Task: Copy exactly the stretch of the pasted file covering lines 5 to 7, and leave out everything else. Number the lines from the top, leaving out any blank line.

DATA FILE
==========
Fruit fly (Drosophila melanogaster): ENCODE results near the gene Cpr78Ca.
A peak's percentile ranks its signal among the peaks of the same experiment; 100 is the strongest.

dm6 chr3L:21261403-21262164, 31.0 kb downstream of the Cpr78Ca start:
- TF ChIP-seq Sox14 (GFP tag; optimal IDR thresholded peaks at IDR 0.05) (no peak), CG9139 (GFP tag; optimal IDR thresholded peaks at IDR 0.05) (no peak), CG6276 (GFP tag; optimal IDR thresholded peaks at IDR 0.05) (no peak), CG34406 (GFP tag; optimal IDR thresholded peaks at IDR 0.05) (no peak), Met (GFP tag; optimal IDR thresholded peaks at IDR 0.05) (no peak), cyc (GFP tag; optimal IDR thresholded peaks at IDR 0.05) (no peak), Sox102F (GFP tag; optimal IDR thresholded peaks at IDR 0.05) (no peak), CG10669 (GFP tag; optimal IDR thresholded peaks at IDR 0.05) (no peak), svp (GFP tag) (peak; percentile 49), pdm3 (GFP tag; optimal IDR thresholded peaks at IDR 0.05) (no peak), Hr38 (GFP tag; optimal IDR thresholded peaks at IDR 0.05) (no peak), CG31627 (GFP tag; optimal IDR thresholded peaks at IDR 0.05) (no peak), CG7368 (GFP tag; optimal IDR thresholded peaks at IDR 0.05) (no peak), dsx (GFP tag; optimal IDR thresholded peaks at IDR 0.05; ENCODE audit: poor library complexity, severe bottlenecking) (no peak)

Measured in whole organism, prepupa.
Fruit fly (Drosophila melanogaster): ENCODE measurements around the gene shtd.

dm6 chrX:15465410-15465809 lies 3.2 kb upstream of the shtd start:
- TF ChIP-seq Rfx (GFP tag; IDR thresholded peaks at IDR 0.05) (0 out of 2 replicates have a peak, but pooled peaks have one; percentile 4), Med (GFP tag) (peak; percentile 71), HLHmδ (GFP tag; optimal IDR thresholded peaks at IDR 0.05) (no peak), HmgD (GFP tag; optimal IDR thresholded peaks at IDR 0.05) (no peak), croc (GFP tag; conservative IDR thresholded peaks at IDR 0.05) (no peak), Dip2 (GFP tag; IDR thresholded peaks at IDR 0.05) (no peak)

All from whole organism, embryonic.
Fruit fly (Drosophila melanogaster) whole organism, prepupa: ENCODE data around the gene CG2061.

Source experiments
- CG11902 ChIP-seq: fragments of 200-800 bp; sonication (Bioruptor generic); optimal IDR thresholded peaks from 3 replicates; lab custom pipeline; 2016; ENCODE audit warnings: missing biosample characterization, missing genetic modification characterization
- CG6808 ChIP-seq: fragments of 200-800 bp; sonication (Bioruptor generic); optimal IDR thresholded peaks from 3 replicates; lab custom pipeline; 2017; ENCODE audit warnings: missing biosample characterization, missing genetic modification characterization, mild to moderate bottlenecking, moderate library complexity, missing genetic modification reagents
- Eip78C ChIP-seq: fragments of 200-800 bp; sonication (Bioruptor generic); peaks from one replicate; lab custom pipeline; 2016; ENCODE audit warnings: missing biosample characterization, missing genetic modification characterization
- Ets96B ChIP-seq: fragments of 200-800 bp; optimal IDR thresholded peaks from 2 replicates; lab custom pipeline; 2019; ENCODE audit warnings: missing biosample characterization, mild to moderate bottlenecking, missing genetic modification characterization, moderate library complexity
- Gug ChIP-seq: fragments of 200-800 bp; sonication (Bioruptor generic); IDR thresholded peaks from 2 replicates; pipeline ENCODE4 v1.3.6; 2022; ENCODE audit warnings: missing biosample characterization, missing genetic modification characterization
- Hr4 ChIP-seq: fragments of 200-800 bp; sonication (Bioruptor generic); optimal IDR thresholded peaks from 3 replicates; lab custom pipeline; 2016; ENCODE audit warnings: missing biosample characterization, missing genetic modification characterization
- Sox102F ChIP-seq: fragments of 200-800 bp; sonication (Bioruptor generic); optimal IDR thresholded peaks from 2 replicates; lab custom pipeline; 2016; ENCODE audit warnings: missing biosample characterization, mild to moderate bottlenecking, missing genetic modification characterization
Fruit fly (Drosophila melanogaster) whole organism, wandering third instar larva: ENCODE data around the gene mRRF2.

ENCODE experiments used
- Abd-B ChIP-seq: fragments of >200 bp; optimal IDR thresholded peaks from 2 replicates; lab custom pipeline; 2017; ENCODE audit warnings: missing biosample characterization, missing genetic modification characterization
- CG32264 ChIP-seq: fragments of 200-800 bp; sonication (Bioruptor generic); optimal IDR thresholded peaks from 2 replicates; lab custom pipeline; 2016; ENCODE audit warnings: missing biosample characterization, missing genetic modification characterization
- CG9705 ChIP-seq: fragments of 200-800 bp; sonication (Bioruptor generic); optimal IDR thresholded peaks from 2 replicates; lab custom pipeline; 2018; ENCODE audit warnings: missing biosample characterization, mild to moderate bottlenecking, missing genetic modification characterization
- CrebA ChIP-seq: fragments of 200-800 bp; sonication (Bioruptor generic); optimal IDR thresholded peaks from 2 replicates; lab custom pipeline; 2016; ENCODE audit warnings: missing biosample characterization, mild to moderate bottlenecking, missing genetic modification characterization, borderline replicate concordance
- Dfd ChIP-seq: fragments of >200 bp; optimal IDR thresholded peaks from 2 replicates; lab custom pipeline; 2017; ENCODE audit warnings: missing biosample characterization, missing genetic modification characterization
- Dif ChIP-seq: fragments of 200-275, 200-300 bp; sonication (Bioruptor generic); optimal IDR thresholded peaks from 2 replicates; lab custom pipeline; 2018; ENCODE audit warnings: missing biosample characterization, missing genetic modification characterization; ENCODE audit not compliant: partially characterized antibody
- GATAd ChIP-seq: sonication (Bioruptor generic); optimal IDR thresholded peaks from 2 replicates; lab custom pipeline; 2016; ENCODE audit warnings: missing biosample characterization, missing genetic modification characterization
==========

Measured in whole organism, prepupa.
Fruit fly (Drosophila melanogaster): ENCODE measurements around the gene shtd.

dm6 chrX:15465410-15465809 lies 3.2 kb upstream of the shtd start: